Thursday, March 17, 2011

Why Uncertainty Matters: Measuring Teacher "Effectiveness"

Maxine Greene (1988) wrote: A teacher in search of his/her freedom may be the only kind of teacher who can arouse young persons to go in search of their own" (p. 14).  It represents a singular truth that I believe and have believed across decades.
 

There have been many teachers who have helped me to understand that learning is essentially about searching for one's freedom and that the idea of freedom is often a far too slippery concept to hold still and study.  A paradox, perhaps. Mrs. Seeliger, my second grade teacher, found joy in the smallest of things and demonstrated that the inconsequential is critical and worthy of one's notice.  I still can recall the winter day in second grade when she placed Charlotte's Web in my hands. Many years later I reread the book at a friend's home in Massachusetts on a different winter afternoon. The constant between the events was pleasure.

Ms. Donovan, a high school social studies teacher valued experiential learning. Many years later, I still recall being the judge in our class's simulation of the Triangle Factory Fire case. Our findings and sentencing clashed with the outcome of the actual case. In addition to learning about the particulars of the case, I also carried  the uncomfortable understanding that justice is not always blind, especially for those without powerful advocates.

More recently, Ruth Vinz, doctoral adviser and friend told me, Slow down when else in your life will you have this time to theorize, research, read and write?  Draft after draft of writing, Ruth read and consistently inspired me to work in order to understand the dilemma from slightly different points of view. Perhaps more than any other, Ruth helped me to value uncertainty.  

Although different, each of these teachers demonstrated what it might mean to live a wide-awake life through their passions, capacity to reflect, curiosity, and desire. They occasioned in me a desire to want. After many schools, degrees, and lots of informal learning choosing to live a wide-awake life represents the most significant and profound learning I have experienced.

In a recent Edutopia post, Maxine Greene clarified the term, wide-awakeness. She said:
I use the term wide-awakeness. Without the ability to think about yourself, to reflect on your life, there's really no awareness, no consciousness. Consciousness doesn't come automatically; it comes through being alive, awake, curious, and often furious.

American Bus Stop: No Lemming Left Behind
These days we seem to be overly interested in measuring teacher effectiveness.  Yet, the question of "effectiveness" is a poor question, if not a wrong one.   It suggests the plausibility of schools being causal worlds of inputs and outputs, where variables can adequately be controlled and effectiveness rightly and singularly determined.  And yet, when I think of the teachers I mention in this post, none of them could aptly be measured via a single test measure (such as my performance on a state assessment), nor could anyone have projected what their range of influence might be decades after contact.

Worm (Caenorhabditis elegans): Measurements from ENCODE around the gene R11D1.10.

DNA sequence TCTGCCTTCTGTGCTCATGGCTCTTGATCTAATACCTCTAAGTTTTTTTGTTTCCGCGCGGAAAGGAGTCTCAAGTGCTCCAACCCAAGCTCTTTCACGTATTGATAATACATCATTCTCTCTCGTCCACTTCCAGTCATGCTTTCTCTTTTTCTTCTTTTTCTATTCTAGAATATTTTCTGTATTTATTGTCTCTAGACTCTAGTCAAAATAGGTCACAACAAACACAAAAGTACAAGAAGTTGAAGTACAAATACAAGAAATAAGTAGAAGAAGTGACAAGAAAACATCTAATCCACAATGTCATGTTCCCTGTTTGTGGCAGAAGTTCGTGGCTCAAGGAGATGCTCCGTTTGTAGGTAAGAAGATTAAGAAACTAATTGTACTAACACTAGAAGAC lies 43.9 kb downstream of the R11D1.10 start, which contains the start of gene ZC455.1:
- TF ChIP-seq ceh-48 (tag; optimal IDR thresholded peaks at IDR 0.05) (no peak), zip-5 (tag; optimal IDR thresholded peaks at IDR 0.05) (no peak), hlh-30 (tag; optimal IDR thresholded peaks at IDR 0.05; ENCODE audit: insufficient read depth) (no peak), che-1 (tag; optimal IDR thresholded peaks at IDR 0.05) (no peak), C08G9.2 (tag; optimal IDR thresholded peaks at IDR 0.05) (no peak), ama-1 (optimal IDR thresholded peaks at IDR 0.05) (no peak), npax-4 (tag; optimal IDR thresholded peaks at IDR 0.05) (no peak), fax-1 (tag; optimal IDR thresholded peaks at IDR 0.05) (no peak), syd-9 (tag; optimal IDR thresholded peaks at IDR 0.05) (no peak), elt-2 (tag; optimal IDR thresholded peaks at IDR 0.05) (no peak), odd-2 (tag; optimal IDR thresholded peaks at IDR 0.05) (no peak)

U.S. Secretary of Education, Arne Duncan, State Representatives from Florida, a "Teacher Effectiveness Panel" in NJ, and so many others, want all of us to foolishly think we can equate the measure of a teacher via the results of a single round of test scores with "effectiveness".  I can't help but wonder if Secretary Duncan would submit himself to such examination and be satisfied with the determination of his effectiveness based on a single measure. One might ask: How well did Arne Duncan do as Superintendent of Schools for Chicago based on test scores during x year in comparison to y year?  Based on that criteria was he effective? Let's assume there was no "Texas Miracle" for this Secretary, would that negate all that he had done if the results demonstrated less student achievement via a single measure? (See Larry Miller's blog for the skinny on this).


Perhaps a better measure would be to ask to what end is a teacher/administrator in search of his/her freedom? How do they inspire and guide young people to go in search of their own freedom?  In what ways do all of these learners live wide awake lives and how do we support them in these quests as a public committed to public education? 

I realize that we could not capture such depth using a bubble sheet and a #2. But then again, that might be for the best.  In understanding this limitation, we would also acknowledge that we cannot know the trajectory of our efforts with any great certainty and would be best to not waste effort and time trying to do so.   As Ilya Prigogine explains “for a large class of dynamic systems, small perturbations in the initial conditions are amplified over the course of time. Chaotic systems are an extreme example of unstable motion because trajectories identified by distinct initial conditions, no matter how close, diverge exponentially over time” (1997, p. 30).

We would do well to remember that teaching, like learning, is nomadic and trying to assess such dynamic systems using a single measure at a particular point in time is wasteful, wrong, and will reduce what we value to the limits we can measure.


Work Cited:
Prigogine, I. (1997). The end of certainty: Time, chaos, and the new laws of nature. NY: The
Free Press.

No comments:

Post a Comment